A sassy take on West Side Story: MSA’s standout moment was the most vulnerable

KMT in West Side Story
KMT blooms in West Side Story / Tom Smith

WEST Side Story – 58 years old, Tony and Academy award-winning – no pressure then for MSA Musical Theatre.

West Side Story is a contemporary version of Shakespeare’s Romeo & Juliet, set in 1950s New York.

With the show being dance-driven with lots of instrumental breaks, this was a challenging production for not only the performers but for the creative team especially.

Nonetheless, they succeeded in creating a contemporary and thrilling version of this legendary musical.

The leading performances did not disappoint. Despite losing his voice earlier in the week, you couldn’t tell when listening to George Fowler, playing Tony, hit the top notes in Tonight with ease.

Emotionally drained

Disregarding the timing issues from the orchestra in Something’s Coming, he delivered an intense performance, showing an emotional spectrum from leadership towards the end of Act One, to fragility at the finale.

The connection between Fowler and Megan McArthur, playing Maria, was incredibly natural in songs such as Tonight and the Gym Dance. An excellent casting decision.

McArthur’s Latin accent is also surprisingly realistic, considering her Irish heritage.

The standout moment of the production comes from her at her most vulnerable in the finale, grabbing the attention of everyone in the auditorium, baring her soul and becoming emotionally drained towards the climax. A masterclass in acting.

Fowler and McArthur as Tony and Maria
Star-crossed lovers Fowler and McArthur / Tom Smith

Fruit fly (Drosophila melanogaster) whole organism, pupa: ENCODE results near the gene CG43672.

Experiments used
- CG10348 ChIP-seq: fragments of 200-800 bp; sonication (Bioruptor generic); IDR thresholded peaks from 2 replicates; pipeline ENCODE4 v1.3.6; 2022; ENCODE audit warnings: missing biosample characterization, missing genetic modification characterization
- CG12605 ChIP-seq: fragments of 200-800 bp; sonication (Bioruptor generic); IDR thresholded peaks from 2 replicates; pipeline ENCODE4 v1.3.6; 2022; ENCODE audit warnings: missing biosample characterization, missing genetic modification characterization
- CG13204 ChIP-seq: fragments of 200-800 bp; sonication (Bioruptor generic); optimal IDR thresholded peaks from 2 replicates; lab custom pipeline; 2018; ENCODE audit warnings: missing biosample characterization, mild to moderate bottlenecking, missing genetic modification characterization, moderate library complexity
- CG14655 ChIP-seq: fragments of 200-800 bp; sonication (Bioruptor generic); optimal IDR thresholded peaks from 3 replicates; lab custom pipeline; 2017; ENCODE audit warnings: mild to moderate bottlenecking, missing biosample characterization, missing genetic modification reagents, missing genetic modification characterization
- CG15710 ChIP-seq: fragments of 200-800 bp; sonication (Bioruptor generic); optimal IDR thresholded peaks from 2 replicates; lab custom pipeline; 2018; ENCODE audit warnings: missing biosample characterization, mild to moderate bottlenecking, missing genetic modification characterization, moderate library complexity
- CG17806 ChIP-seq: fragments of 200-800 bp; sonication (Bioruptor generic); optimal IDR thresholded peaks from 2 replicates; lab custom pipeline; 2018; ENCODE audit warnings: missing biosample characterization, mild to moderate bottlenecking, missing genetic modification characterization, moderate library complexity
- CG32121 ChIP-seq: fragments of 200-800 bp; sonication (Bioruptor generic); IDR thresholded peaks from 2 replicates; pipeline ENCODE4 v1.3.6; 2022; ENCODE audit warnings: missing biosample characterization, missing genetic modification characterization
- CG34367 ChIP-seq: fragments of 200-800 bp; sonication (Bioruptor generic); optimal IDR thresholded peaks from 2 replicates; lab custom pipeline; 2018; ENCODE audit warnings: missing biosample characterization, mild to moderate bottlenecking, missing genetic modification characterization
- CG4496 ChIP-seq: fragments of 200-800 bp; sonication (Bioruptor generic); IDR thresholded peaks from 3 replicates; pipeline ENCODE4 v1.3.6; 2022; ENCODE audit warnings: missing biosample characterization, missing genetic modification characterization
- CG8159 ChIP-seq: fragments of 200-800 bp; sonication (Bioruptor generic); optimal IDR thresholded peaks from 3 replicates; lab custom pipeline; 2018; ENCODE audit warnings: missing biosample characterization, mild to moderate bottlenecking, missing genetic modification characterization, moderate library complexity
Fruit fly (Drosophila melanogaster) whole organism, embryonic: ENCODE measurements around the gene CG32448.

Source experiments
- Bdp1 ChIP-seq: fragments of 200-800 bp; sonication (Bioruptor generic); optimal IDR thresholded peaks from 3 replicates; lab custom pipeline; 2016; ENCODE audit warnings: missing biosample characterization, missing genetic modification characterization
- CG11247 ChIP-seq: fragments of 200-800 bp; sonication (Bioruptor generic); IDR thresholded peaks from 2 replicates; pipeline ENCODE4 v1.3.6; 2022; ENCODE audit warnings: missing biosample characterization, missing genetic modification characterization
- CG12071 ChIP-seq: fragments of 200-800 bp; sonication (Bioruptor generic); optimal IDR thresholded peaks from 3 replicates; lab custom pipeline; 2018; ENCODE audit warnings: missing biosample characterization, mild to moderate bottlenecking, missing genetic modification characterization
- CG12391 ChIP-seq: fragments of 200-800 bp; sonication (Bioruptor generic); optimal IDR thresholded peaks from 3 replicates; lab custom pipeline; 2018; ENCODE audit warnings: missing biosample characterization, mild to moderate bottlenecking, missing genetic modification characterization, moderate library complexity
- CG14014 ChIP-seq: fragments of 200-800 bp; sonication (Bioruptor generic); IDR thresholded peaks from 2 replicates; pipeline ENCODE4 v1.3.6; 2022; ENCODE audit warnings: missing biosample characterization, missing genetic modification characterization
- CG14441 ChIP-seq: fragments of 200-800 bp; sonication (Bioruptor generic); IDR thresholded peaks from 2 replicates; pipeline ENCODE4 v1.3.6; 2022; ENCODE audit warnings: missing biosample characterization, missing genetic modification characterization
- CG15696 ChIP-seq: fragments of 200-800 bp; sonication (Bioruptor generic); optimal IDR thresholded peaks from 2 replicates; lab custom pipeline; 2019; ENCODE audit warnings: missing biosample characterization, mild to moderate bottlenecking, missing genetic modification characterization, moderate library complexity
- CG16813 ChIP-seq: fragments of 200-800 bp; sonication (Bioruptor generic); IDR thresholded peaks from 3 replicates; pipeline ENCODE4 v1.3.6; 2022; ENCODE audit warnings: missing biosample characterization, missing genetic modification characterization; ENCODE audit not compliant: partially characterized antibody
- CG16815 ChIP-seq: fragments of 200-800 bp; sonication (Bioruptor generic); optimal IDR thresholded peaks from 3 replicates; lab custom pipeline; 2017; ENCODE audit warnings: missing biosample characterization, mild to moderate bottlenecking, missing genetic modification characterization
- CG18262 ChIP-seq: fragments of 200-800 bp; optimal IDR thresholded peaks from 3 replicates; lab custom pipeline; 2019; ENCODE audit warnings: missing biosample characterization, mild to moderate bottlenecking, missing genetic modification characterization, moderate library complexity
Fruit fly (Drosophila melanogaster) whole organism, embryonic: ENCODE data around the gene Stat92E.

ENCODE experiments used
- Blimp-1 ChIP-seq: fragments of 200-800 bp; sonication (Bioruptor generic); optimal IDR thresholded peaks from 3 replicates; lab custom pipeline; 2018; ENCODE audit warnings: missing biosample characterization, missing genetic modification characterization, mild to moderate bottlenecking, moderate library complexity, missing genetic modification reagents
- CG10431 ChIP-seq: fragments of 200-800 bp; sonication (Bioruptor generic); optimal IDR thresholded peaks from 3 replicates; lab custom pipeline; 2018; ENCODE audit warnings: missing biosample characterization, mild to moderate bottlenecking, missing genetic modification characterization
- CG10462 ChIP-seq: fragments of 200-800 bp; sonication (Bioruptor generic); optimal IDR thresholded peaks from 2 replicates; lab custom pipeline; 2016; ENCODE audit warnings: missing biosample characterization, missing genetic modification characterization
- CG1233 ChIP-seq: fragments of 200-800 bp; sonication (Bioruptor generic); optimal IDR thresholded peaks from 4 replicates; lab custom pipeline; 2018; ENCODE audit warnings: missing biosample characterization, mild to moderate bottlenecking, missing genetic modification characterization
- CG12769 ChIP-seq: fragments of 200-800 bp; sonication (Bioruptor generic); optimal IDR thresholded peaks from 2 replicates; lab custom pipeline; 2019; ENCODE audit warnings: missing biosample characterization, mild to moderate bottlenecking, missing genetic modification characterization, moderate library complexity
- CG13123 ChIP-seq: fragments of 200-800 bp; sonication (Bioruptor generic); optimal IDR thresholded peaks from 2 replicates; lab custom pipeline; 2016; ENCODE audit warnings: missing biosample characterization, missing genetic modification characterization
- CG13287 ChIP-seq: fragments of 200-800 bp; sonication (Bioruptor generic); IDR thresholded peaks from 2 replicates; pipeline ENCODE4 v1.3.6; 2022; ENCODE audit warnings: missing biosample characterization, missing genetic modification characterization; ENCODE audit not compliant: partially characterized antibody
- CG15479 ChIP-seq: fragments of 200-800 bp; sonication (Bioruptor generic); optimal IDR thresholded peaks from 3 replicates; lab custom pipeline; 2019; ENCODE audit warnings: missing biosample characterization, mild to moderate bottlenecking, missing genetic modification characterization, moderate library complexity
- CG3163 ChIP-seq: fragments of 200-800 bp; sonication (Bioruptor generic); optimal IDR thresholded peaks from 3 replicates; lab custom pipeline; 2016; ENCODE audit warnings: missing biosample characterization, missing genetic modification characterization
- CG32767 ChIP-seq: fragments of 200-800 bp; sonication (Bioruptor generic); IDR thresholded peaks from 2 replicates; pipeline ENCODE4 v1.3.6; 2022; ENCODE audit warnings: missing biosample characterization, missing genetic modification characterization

However, the star of the show was Anita, played by Ciara Power. Vocally strong, she sings the chromaticism in songs such as A Boy Like That with ease, whilst having an immediate and sassy stage presence whenever she enters the stage.

Talking to several cast members afterwards, they said, I quote, that they didn’t “feel worthy to be on the same stage as her”. Genuinely.

The other standout moment of the production was Power being attacked by the Jets, making her physically fragile and almost nothing.

You couldn’t take her eyes off her anyway, thanks to her wig and the largest hoop earrings I’ve ever seen on stage.

Other performances that should be noted are Rebecca Lewis’ elegant vocal performance of Somewhere, Tom Adams’ dancing and strong laddish characterisation as one of the Jets, and s0some humour courtesy of Kieran Wellington as the MC.

Huge risk

What surprised me as I left the Greenwood, however, was becoming more engaged with the second act rather than the first, considering that the majority of the more well-known numbers, such as America, Maria, Tonight, Cool, feature in the first act.

Whereas the first act was dance and musically driven, thanks to the orchestra only just managing to fit the pit, the second act placed more importance on the story, with the acting from Fowler, McArthur and Power becoming more exposed and fragile here.

MSA Musical Theatre took a huge risk in taking on one of the most difficult musicals written, in terms of choreography, musically and amount of cast members.

But thanks to strong leading performances ,with great direction by Iain Bishop, the strong accompaniment from the orchestra conducted by Jeremy Walker, and tight choreography by Hannah Douglas, this will go down as one of MSA MT’s most successful and extravagant productions to date.

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